How low – and deep – can you go? In terms of CG, that seems to be the primary focus of recent Ping drivers, as we’ve seen with the G30 and the G.
But the G400 takes things to a whole new level. Literally.
Of course, on the spectrum of low to high handicappers, there’s going to need to be a whole lot more than just this hook to get prospective buyers like you to cough up hundreds of dollars. How does it look? How does it feel? And, most importantly, how does it perform?
Don’t worry, we’ve got all that covered below. And, if after reading this, you see the G400 in the same light that we do, you’ll probably agree that this feat of engineering is worth every penny.
Our Ping G400 Driver Review featured as part of our analysis of the Best Golf Drivers Review.
If you already own the Ping G400 Driver please leave your review in the customer review box at the end of this article.
Ping G400 Driver Review
In a word: outstanding. Forgiveness is unsurpassed thanks to the low, deep CG, but this is only enabled by the reduction of weight elsewhere. This is achieved by the Dragonfly design of the crown, making it lighter, more compact, and ultra-thin. There is also an additional tungsten weight placed at the rear of the sole to further augment the lower CG. But CG – and, by extension, forgiveness, are not the only USPs of this fine club. It looks great, the sound off the face is solid, distance numbers are strong, and consistency of performance is exceptional. There is plenty for everybody here, regardless of ability, and despite the slightly prohibitive cost, this driver is easily the best to come off Ping’s conveyor belt to date. A truly bar-raising upgrade.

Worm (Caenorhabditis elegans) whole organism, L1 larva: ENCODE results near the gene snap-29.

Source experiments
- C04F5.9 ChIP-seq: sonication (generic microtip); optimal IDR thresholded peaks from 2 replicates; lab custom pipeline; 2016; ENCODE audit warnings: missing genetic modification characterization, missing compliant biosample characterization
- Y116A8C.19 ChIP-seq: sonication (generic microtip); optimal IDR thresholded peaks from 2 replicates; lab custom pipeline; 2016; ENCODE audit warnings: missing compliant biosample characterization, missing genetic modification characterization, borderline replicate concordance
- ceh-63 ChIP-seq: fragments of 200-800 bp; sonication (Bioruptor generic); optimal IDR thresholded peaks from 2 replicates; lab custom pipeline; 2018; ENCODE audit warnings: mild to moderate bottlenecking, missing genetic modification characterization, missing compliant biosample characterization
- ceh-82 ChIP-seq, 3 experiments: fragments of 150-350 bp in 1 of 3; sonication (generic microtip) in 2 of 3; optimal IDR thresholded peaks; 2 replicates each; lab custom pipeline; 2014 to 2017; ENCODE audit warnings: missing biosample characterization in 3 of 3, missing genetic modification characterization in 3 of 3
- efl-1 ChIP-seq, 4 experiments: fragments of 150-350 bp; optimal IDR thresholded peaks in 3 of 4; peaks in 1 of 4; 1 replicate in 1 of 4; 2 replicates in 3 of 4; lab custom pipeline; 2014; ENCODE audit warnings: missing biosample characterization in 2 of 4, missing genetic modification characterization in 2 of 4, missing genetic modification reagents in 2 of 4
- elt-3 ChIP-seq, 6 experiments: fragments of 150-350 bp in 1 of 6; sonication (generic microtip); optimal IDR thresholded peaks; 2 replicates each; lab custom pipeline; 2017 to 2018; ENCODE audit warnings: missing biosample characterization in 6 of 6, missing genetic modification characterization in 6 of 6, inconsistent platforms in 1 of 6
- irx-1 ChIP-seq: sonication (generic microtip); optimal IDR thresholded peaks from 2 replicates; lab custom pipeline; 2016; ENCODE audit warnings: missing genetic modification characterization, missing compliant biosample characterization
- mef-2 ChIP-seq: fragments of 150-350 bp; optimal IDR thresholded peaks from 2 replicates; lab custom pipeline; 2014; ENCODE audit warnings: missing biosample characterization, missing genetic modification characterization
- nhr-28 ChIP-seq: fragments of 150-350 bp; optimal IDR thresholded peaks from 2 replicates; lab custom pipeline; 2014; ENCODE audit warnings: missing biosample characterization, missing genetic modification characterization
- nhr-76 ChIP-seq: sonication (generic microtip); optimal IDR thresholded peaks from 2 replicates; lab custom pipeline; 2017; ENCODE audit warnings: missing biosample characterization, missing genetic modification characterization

Pros and Cons
- Low CG delivers incredible forgiveness
- Turbulators add to an already aerodynamic and compact look
- Unbelievably solid and satisfying sound at impact. Looks good too
- Adjustable hosel allows you to lock in the perfect launch conditions
- Paying $400 for any golf club is a fair bit of money. No getting around that
|Product Details||Ping G400 Driver Review|
|Launch RRP||$399.00 | Best Price at: GlobalGolf.com|
|Handicap Range||Low – High|
|Hand Availability||Right & Left Hand|
|Right Handed Lofts||445cc: 9°, 10.5°|
|Left Handed Lofts||445cc: 9°, 10.5°|
|Shaft Type and Name||Ping Alta CB 55|
|Grip||Golf Pride Tour Velvet|
Ping G400 Driver Review
A look at the engineering behind the G400
Ping G400 Driver Detailed Review
The low, deep CG is the main talking point of the Ping G400, so we’ll start there. The key to this is a new tungsten weight, which is lodged in just behind the gold screw weight.
Ping report that this is 30 per cent denser than that of the sole weight used in the G, and, if you compare the two, you’ll notice that this one is smaller, and slots in a bit more concisely too.
The thing about lowering CG, and retreating it deeper into the clubhead, is that the weight has to be saved elsewhere.
In this case, it is done by thinning out the T9S+ Titanium Forged Face, which, according to Ping, is 6 per cent thinner than the G30, and with 16 per cent more flex so as to boost ball speeds.
The other means of getting speeds up is through aerodynamics, which is underpinned by the Turbulators on the front of the crown.
These do their bit by reducing friction as air rushes over the top of the head, thus giving you maximum whip and speed.